Staff share memories from over the decades as Wigan firm celebrates its 100th anniversary

Staff at Moss Industrial EstateStaff at Moss Industrial Estate
Staff at Moss Industrial Estate
Past and present employees of a family business have come together to record a special video to celebrate its achievements over the last 100 years.

George Moss & Sons Ltd, which is based in Leigh, was founded by George Moss in September 1920 as a joinery business.

It evolved into a house builder and construction business and now owns Moss Industrial Estate on St Helens Road.

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During the past century, George Moss & Sons Ltd built many important buildings, such as Leigh Library, Bedford High School, Leigh Market, St Helens Law Courts and Tyldesley swimming baths, as well as banks, churches, bowling alleys and cinemas.

The centenary video was filmed over the summer when it became clear the business would not be able to hold the events it had planned to celebrate the occasion.

Sebastian Moss, current owner and fifth generation of the Moss family, said: “George Moss & Sons has had a big impact on the local community for 100 years and local people have so many wonderful stories to tell about the business and the projects they individually were involved in and so we wanted to involve them in this special project.

“It has been a fantastic experience to hear from those people who helped to shape the business and played an important part in its history.”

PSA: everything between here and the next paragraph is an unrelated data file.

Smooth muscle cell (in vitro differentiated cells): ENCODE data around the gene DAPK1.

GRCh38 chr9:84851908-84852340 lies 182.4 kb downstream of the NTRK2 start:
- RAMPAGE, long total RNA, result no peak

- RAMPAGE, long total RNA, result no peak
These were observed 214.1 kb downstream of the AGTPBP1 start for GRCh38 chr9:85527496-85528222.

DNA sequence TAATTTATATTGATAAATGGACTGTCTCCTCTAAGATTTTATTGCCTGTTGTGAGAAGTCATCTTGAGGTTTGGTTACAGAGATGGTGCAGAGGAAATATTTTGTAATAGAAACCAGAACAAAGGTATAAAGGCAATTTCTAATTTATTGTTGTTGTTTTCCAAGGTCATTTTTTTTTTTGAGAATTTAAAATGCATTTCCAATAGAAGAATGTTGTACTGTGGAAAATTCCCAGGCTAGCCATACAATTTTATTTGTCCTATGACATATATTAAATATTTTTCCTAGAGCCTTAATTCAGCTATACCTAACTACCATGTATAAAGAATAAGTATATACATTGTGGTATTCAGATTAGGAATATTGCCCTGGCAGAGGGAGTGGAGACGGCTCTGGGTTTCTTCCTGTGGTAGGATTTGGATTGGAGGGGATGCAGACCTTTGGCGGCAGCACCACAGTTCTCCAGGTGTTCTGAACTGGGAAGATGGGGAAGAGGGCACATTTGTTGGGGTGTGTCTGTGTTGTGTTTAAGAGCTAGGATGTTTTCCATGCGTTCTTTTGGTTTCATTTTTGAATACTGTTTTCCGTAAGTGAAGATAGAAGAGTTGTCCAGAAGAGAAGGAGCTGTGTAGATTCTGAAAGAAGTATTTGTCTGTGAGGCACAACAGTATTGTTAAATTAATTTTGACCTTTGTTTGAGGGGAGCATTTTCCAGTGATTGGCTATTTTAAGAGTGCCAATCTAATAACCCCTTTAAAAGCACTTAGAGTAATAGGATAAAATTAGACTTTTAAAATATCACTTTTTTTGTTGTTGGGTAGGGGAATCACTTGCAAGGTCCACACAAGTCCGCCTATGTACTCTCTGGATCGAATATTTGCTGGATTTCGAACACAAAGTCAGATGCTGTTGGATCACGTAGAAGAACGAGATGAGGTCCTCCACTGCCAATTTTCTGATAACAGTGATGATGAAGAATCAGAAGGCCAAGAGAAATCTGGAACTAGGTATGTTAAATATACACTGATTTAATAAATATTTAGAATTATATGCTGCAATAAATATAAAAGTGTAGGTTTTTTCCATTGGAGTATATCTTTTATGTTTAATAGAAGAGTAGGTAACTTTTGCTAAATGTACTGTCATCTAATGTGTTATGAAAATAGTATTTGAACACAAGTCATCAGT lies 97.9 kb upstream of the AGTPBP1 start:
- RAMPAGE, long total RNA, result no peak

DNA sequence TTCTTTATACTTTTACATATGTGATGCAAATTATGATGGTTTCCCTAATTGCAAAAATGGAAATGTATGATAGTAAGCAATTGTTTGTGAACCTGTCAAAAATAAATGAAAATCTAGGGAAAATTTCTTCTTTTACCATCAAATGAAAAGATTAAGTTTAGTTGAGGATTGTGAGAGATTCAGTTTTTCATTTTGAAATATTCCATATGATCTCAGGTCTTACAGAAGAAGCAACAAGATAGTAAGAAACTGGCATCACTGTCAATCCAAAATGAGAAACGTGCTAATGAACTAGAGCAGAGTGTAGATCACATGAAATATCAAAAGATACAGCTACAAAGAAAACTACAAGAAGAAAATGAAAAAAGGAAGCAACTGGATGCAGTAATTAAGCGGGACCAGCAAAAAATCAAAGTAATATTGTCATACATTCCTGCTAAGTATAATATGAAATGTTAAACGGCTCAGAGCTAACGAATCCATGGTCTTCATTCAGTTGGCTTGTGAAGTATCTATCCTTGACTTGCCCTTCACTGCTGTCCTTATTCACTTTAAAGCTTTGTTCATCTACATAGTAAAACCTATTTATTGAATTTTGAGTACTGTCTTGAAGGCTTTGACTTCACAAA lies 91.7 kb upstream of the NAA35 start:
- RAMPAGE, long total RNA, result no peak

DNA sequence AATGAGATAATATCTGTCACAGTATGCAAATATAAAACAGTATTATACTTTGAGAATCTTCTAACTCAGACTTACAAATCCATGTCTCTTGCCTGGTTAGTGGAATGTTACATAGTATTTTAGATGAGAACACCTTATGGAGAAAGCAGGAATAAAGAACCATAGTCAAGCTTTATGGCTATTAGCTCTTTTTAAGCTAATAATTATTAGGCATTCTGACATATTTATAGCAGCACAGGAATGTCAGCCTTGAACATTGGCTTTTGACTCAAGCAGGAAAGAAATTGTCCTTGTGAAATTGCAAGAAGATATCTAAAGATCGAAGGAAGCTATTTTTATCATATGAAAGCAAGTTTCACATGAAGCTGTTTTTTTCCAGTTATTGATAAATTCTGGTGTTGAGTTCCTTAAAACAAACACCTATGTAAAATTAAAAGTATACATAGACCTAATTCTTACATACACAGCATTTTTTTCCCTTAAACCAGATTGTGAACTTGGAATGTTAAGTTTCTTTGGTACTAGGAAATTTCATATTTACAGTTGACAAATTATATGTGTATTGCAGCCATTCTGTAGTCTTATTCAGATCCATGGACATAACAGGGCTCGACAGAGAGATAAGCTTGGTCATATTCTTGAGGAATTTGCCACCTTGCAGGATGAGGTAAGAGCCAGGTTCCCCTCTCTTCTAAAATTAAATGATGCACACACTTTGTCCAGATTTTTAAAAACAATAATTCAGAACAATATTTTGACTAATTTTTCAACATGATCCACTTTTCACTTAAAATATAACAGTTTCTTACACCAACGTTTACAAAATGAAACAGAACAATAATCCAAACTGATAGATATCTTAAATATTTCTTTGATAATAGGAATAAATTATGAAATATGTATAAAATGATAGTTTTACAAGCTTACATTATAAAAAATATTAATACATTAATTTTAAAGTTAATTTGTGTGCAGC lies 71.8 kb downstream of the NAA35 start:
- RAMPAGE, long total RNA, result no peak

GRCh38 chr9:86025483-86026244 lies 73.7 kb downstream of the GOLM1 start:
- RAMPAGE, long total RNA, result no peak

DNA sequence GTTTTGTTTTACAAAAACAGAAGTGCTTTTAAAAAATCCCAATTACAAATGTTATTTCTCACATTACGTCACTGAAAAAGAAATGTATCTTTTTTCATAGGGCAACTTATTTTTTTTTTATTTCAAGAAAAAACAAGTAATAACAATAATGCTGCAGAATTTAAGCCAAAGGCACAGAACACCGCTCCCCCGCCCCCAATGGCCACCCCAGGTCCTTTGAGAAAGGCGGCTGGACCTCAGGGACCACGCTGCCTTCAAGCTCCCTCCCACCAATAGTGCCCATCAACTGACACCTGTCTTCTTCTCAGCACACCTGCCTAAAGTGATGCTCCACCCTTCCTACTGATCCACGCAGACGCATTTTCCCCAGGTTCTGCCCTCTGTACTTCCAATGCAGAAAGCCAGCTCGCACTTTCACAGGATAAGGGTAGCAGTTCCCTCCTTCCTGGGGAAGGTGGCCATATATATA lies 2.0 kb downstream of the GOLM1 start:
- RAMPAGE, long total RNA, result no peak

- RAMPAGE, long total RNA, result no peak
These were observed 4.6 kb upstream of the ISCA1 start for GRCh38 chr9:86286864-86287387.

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The video features builders, joiners and surveyors who worked for George Moss & Sons, as well as current staff.

Jack Hunt, 92, was a surveyor for the firm when he was starting his career just after the Second World War. He worked on several local bridges, such as Leigh Bridge and Hindley Green Bridge, and buildings including St Luke’s Church in Lowton.

He said: “George Moss & Sons has a history of excellent builders. I wish them well and I think they will do well because it’s in the blood.”

The video also features Tony Jennings, 73, from Leigh, who was a bricklayer for the firm in the 1960s. He started as an apprentice at 15 and worked on the Market Hall in Leigh.

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David Eastwood, 66, an apprentice carpenter and joiner in the early 1970s, helped to make the fixtures and fittings for Leigh Library, the old Odeon cinema (now Thomas Burke pub), the former TSB bank and several local pubs.

He said: “George Moss & Sons built quite a lot of big projects like Leigh Library as well as banks, churches and cinemas. I’d like to thank them for all the chances I got.”

Malcolm and Barbara Ryding lived in a house built by George Moss & Sons Ltd in the 1980s, where they spent 17 years raising their family.

Malcolm said: “I first knew George Moss because they were a principal Leigh company. They have been part of the lifeblood of Leigh and district for 100 years. As a Leigh brand and a Leigh company and a Leigh name and a Leigh family, that meant a lot to local people.”

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Earlier this year, to kick off George Moss & Sons’ centenary year, pupils from Lowton Junior and Infant School buried two time capsules at Moss Industrial Estate with the Mayor of Wigan, Coun Steve Dawber.

They contained the children’s letters, drawings, photos and other important items they collected for future generations to discover.

Mr Moss said: “To mark our centenary, we wanted to involve the local community as well as past and present employees so I am delighted that we have managed to achieve that during what has been a very challenging year for everyone.

“We are very proud to be a Leigh business and we hope that our community enjoy this short video and will join us in celebrating this very special milestone and all the wonderful buildings and local industry that we have in Leigh.”

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